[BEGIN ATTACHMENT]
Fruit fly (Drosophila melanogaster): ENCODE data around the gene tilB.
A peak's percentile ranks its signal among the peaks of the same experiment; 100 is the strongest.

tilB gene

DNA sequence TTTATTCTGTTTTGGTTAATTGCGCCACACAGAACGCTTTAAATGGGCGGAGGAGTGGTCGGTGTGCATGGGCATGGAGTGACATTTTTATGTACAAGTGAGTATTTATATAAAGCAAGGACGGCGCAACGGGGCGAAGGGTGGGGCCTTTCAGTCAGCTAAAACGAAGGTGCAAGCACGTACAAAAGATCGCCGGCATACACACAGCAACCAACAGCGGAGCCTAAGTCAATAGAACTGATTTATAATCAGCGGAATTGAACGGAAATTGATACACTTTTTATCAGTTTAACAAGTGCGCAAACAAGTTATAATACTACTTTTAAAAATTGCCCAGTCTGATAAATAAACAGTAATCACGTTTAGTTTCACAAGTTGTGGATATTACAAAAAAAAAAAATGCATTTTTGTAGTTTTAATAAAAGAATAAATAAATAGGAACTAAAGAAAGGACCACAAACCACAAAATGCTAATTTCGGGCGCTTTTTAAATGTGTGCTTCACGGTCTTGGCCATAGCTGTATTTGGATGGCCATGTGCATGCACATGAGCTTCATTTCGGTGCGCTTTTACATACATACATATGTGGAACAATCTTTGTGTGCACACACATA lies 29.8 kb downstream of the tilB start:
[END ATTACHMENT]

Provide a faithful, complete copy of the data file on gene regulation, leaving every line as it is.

Fruit fly (Drosophila melanogaster): ENCODE data around the gene tilB.
A peak's percentile ranks its signal among the peaks of the same experiment; 100 is the strongest.

tilB gene

DNA sequence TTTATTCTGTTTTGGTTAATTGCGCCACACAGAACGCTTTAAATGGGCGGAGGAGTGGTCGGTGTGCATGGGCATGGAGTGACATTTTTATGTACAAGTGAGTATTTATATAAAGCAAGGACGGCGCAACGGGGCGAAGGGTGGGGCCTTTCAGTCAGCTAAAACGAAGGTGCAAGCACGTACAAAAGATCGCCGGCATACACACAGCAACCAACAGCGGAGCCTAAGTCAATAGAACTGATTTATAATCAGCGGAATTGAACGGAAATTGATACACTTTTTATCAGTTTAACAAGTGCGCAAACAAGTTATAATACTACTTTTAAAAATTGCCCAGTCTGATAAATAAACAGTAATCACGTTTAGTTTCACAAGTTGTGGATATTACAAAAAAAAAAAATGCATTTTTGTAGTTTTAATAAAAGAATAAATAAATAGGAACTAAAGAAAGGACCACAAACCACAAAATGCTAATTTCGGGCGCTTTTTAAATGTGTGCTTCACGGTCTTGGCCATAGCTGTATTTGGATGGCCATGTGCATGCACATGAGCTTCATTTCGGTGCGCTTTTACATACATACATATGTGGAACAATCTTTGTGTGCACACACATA lies 29.8 kb downstream of the tilB start: